Since 2008, HF results have been lackluster — to say the least
In just a few weeks, the SEC is supposed to issue new rules which will trigger the start of hedge fund advertising under the JOBS Act. In addition to wondering what those rules will be, industry professionals are also curious to see which funds advertise first, and what they have to say.
Ignoring even their insider trading embarrassments, hedge funds on the whole have not had a great couple of years.
In 2008, when the S&P 500 was off almost 40%, hedge funds also fell almost 20%, instead of demonstrating their heralded ability to post absolute returns in down markets.
The following year, hedge funds gained over 25%, but the S&P 500 was up just under 25%. Again in 2010, hedge funds were up almost 10%, but the S&P 500 was up over 11%; and, in 2011, the S&P gained more than 5%, but hedge funds fell over 4%.
And, finally, through the first half of this year, hedge funds were up just over 2%, but the S&P gained more than 8%.
All of these results fly in the face of the basic claims for hedge funds which are grounded on their ability to sell securities short. Shorting expertise should mean that, when markets are down, hedge funds should not only lose less than the broad indices, but should actually generate positive returns. What, then, happened in 2008?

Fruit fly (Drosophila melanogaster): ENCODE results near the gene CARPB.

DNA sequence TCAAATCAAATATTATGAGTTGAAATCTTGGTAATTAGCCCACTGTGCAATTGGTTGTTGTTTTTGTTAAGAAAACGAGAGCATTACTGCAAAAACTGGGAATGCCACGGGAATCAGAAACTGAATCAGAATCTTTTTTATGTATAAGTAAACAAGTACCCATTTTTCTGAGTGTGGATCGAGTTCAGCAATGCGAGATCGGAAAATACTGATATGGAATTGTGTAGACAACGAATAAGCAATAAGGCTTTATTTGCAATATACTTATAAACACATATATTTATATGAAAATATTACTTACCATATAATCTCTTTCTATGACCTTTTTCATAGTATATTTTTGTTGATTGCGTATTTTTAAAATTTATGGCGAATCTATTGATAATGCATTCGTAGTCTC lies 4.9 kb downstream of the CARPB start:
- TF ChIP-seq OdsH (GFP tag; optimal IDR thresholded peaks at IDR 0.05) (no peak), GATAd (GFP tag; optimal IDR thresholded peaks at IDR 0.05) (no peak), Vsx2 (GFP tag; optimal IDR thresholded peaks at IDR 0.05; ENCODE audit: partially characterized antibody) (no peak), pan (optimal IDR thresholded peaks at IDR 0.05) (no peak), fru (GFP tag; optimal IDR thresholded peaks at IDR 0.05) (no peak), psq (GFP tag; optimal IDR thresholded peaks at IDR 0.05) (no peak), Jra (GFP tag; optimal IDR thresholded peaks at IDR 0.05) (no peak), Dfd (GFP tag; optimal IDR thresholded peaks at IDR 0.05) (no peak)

Shorting expertise should mean that, when markets are down, hedge funds should not only lose less than the broad indices, but should actually generate positive returns. What, then, happened in 2008?
Similarly, since the raison d’être of hedge funds is to generate alpha, they should outshine indices in up markets, so what happened in 2009, 2010 and 2011? And what seems to be happening this year as well?
However complicated the answers to those questions may be, the dispiriting message is that, industry-wide, not all hedge funds are winners, and an awful lot of currently operating hedge funds haven’t got much to crow about.
My guess is that the largest and most successful hedge funds – which control the vast majority of industry assets — are unlikely to engage in general advertising since it would be counter-cultural for them to accept retail investors. If true, the only funds really capable of benefitting from advertising are mid-size funds with great recent track records, no capacity issues and sufficient disposable income to defray the considerable costs of promoting themselves in the most fruitful investor markets.
All the other funds are going to have to settle for opening up their websites and friending on Facebook.